Sub-Saharan Africa will need at least 20 million jobs annually to meet the demands of a fast growing population, Christine Lagarde, managing director of the International Monetary Fund (IMF), said here on Monday.
Opening the IMF’s “Future of Jobs in sub-Saharan Africa” conference, she said the growth in job demands will thicken with the projected growth in population.
Lagarde, who arrived in Ghana late Sunday for a three-day official visit, projected that sub-Saharan Africa’s population will increase from the current level of 1 billion to 1.7 billion by 2040.
“The labor force will increase at double the rate of the last decade. As a result, sub-Saharan Africa needs to create 20 million jobs per year to keep up with its growing labor force,” Lagarde said.
If successful, she said, the continent would enjoy a long period of high growth, one of the demographic dividends of the continent’s population growth.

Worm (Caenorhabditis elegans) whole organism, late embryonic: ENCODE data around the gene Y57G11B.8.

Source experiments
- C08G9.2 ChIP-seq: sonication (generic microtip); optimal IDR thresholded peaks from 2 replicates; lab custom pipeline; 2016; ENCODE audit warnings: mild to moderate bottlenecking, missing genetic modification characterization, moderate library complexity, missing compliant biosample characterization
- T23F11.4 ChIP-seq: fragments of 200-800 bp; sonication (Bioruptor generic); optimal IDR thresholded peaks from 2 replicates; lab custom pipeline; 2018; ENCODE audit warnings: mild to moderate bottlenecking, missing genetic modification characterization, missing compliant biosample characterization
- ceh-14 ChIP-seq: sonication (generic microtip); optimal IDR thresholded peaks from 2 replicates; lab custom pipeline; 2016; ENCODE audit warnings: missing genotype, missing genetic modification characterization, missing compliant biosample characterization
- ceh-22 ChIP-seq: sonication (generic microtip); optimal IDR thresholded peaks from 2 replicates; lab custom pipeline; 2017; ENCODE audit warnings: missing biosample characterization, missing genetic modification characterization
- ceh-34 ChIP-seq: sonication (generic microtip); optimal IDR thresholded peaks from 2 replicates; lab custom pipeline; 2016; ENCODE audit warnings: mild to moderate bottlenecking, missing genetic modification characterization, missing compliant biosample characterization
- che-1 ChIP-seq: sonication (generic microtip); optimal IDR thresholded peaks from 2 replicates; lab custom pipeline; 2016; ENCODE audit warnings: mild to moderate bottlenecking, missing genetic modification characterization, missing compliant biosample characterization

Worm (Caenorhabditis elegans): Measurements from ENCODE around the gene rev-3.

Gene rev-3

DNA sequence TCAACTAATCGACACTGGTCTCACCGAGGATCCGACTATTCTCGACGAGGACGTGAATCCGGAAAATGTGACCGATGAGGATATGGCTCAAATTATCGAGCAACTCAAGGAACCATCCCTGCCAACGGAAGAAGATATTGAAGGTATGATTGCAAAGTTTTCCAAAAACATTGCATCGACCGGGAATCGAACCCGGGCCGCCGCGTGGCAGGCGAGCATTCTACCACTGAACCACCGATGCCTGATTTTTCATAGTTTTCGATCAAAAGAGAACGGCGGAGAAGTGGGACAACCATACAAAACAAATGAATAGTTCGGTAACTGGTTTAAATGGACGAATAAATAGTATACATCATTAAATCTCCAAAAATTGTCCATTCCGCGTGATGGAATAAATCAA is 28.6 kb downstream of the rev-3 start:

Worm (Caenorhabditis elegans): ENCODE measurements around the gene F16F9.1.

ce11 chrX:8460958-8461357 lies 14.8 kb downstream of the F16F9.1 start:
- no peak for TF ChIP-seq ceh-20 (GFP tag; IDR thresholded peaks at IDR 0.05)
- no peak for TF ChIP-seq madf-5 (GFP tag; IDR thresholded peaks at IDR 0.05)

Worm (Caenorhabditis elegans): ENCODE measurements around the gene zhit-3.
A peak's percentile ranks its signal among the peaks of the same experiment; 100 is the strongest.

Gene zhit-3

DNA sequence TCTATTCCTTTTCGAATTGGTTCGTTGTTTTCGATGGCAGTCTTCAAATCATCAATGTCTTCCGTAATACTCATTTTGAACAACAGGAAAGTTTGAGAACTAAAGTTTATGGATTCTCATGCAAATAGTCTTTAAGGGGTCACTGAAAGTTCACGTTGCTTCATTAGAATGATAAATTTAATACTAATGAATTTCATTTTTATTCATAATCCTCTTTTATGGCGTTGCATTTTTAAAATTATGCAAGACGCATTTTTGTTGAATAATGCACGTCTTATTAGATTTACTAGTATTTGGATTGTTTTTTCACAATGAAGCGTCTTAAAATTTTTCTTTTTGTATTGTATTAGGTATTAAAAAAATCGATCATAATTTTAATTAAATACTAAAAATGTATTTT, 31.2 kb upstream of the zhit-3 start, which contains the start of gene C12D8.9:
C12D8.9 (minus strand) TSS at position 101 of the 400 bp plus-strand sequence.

Though the advancement in artificial intelligence and robotics are poised to transform the job market dramatically, as is already happening in some places, Lagarde was confident that like previous industrial revolutions, technology will improve living standards over the long run with new jobs emerging to replace old ones.
“Others fear that automation will replace humans in a variety of tasks, leading to job losses and rising inequality. I must confess that I am more of a techno-optimist. I believe we can run with machines, not against them,” she said.
Lagarde lauded the signing of the Continental Free Trade Agreement by African leaders as a positive first step toward creating an integrated pan-African market in response to the challenging external environment.
With this, Lagarde said, sub-Saharan Africa would be able to harness successfully new technologies and create an emerging vibrant middle class. Enditem